- The Washington Times - Friday, November 3, 2006

Hugo Chavez, Venezuela’s fiery anti-American strongman, last year notched a propaganda victory with a program offering heavily discounted heating oil to poor residents in eight Northeast states. That deal, orchestrated with the help of Democratic Reps. William Delahunt of Massachusetts and Jose Serrano of New York, helped Mr. Chavez extend his largess to the United States so successfully that Venezuela plans to nearly double the program this year — adding six more states, including Virginia and Maryland, and the District of Columbia. The program is run through Citgo, a Venezuelan-owned oil company, and a nonprofit energy company founded by Joseph P. Kennedy II, and it includes Sen. Ted Kennedy among its congressional supporters.

Venezuela may be hawking the program under a banner of altruism, but Mr. Chavez has a well-documented history of using his munificence to achieve political ends. While Mr. Chavez peddles for American dollars, he can afford to buy influence in the upcoming Nicaraguan elections: Providing heavily subsidized fertilizer to Sandinista-controlled villages, Venezuela has bolstered support for Sandinista candidate and one-time dictator Daniel Ortega. Nicaragua’s elections are tomorrow, and Mr. Ortega would become an immediate Chavez ally. The primary purpose of the discounted heating oil program in the United States could hardly be anything other than to embarrass the Bush administration, Mr. Chavez’s favorite target.

This program says something about Venezuela’s priorities. Mr. Chavez has spent his petrodollars abroad prolifically to win support for his Bolivarian Revolution while problems of poverty still fester in Venezuela. Bernardo Alvarez Herrera, Venezuela’s ambassador to the United States, claimed that the money Venezuela stands to lose by offering some heating oil at 40 percent less than the market price would not make a real impact on the country’s ability to help its own poor because “the problem of poverty in our country is not money, it’s management.” That Venezuela is expanding the program at the same time as oil prices are falling — shrinking the country’s stream of oil revenue — shows the greater value that Mr. Chavez places on this propaganda gesture designed to discomfit the United States.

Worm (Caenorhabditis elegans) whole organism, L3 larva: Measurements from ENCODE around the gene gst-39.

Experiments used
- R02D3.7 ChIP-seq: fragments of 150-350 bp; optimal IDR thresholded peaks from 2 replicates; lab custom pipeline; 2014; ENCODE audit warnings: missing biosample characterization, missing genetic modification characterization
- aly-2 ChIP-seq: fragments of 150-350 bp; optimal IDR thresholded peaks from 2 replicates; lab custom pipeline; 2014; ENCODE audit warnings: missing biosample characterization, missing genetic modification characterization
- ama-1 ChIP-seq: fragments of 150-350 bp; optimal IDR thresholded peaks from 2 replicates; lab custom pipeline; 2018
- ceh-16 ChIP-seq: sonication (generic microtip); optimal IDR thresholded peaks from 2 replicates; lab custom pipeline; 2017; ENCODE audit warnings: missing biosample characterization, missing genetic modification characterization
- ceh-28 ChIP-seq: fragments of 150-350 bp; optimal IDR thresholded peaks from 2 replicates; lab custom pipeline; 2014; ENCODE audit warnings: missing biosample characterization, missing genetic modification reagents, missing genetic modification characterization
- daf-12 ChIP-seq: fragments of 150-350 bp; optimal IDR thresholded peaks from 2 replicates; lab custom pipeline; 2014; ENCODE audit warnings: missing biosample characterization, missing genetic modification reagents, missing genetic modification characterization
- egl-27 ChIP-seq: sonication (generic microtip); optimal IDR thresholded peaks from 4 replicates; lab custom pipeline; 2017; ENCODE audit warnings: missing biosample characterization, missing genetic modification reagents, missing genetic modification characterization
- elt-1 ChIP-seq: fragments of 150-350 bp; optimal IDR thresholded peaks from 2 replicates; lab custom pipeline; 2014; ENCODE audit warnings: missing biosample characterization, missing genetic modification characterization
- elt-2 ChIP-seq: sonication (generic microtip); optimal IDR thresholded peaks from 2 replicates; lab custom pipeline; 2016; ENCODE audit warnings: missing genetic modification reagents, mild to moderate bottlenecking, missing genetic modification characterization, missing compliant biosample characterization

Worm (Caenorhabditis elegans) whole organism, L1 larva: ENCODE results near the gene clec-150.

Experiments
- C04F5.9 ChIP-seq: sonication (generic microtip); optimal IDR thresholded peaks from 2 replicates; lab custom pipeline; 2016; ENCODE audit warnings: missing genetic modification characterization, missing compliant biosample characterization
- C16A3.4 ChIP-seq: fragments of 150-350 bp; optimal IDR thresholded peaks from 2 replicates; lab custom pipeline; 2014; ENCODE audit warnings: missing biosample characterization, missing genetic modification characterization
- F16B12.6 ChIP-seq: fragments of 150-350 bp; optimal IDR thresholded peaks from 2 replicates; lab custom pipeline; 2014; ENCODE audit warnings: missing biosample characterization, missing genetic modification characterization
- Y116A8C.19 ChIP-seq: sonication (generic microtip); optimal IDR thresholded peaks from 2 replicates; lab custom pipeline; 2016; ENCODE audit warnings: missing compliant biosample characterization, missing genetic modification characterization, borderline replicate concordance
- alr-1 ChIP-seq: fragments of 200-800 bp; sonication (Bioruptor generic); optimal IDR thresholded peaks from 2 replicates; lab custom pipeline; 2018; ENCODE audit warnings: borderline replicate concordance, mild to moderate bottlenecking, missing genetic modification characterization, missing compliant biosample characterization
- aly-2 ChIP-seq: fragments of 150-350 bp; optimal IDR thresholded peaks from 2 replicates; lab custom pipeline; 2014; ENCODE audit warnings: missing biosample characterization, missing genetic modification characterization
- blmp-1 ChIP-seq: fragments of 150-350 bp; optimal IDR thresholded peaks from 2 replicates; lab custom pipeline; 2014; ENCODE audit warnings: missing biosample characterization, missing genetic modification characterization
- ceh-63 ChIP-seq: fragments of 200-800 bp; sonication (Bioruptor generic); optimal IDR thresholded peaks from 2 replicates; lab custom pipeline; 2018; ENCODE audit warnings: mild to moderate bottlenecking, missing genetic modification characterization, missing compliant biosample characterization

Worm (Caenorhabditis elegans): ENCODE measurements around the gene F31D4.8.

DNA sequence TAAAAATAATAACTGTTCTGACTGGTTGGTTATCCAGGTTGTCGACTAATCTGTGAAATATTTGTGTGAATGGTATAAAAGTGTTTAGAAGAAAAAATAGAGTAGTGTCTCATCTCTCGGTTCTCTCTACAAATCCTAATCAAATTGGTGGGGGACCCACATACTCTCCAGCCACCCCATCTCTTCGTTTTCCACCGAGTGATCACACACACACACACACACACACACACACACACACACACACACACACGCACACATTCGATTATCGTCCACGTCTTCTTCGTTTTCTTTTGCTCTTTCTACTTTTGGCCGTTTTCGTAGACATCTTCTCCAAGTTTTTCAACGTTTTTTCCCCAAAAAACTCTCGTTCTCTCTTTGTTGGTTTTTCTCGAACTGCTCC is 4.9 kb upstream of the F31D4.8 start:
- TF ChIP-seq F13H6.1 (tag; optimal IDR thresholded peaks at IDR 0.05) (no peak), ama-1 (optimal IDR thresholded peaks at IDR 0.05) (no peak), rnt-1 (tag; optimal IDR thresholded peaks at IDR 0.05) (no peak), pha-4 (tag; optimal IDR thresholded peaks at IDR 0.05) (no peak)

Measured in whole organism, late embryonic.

Mr. Chavez’s bombast at the United Nations — in which he referred to President Bush as “the devil” and damaged his now-defeated bid for a nonpermanent seat on the Security Council — did a lot of damage to his public relations. (It did more damage, in some cases, than can be corrected with discounted heating oil.) In Alaska, certain Indian villages rejected the subsidy. Alaska Gov. Frank Murkowski deserves similar praise for his criticism of the program, suggesting, according to the Associated Press, that Mr. Chavez “practice a little recognition that charity begins at home.” Despite the many good reasons to spurn the Venezuelan leader’s oil offers, a disappointingly small number of politicians can claim such laudable opposition.

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